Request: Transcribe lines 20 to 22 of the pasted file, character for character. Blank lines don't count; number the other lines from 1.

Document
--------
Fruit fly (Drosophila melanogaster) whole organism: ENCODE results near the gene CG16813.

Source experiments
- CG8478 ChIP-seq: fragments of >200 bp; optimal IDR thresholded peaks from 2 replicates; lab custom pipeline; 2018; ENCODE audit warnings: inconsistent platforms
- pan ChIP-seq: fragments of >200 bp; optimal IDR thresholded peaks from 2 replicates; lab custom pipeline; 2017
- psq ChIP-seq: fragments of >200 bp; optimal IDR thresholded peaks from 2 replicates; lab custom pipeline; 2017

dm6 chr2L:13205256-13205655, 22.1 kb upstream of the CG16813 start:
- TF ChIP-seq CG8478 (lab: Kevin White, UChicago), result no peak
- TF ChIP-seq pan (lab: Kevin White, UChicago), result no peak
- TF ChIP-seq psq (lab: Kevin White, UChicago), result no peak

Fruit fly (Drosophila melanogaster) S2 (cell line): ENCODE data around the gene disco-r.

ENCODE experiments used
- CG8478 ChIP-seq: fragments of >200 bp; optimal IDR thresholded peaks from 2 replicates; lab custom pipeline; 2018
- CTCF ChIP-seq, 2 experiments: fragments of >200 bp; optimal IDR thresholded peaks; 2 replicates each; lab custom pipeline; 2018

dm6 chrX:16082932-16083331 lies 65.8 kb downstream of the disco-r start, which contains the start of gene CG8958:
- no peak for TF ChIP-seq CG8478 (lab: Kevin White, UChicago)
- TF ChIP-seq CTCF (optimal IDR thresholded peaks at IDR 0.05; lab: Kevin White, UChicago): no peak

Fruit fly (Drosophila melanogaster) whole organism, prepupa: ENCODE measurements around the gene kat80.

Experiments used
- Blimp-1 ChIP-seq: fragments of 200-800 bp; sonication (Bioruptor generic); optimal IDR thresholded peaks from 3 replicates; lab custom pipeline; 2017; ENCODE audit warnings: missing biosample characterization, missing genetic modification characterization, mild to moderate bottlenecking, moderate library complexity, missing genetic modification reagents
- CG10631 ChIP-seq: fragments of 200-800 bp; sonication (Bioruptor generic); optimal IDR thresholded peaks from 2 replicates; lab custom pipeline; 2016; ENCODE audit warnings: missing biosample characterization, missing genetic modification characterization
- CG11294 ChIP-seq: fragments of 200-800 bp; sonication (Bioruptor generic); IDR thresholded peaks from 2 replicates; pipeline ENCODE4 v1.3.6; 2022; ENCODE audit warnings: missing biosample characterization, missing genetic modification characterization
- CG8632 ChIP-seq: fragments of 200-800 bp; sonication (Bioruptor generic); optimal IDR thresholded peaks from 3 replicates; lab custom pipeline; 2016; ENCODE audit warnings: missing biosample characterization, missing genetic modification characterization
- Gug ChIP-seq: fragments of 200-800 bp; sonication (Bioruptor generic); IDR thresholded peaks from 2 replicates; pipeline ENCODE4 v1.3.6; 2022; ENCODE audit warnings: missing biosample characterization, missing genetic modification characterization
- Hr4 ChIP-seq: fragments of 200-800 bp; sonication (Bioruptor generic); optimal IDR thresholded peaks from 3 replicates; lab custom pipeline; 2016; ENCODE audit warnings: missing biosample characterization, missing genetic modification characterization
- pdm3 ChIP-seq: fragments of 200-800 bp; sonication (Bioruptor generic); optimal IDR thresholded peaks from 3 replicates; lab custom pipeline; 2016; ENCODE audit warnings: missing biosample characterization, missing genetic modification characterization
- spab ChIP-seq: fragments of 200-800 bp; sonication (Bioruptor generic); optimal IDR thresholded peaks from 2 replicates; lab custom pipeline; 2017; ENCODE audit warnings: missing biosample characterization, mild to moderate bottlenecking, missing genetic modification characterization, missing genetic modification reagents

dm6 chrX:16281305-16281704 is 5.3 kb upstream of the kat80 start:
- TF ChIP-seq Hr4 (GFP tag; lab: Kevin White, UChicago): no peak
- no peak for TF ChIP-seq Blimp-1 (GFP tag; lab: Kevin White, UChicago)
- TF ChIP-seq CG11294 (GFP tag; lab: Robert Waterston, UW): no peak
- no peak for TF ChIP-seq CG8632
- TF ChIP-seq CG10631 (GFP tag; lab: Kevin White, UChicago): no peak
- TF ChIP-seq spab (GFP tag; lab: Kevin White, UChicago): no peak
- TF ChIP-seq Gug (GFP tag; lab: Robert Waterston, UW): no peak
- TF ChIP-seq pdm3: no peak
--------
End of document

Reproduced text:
- CG10631 ChIP-seq: fragments of 200-800 bp; sonication (Bioruptor generic); optimal IDR thresholded peaks from 2 replicates; lab custom pipeline; 2016; ENCODE audit warnings: missing biosample characterization, missing genetic modification characterization
- CG11294 ChIP-seq: fragments of 200-800 bp; sonication (Bioruptor generic); IDR thresholded peaks from 2 replicates; pipeline ENCODE4 v1.3.6; 2022; ENCODE audit warnings: missing biosample characterization, missing genetic modification characterization
- CG8632 ChIP-seq: fragments of 200-800 bp; sonication (Bioruptor generic); optimal IDR thresholded peaks from 3 replicates; lab custom pipeline; 2016; ENCODE audit warnings: missing biosample characterization, missing genetic modification characterization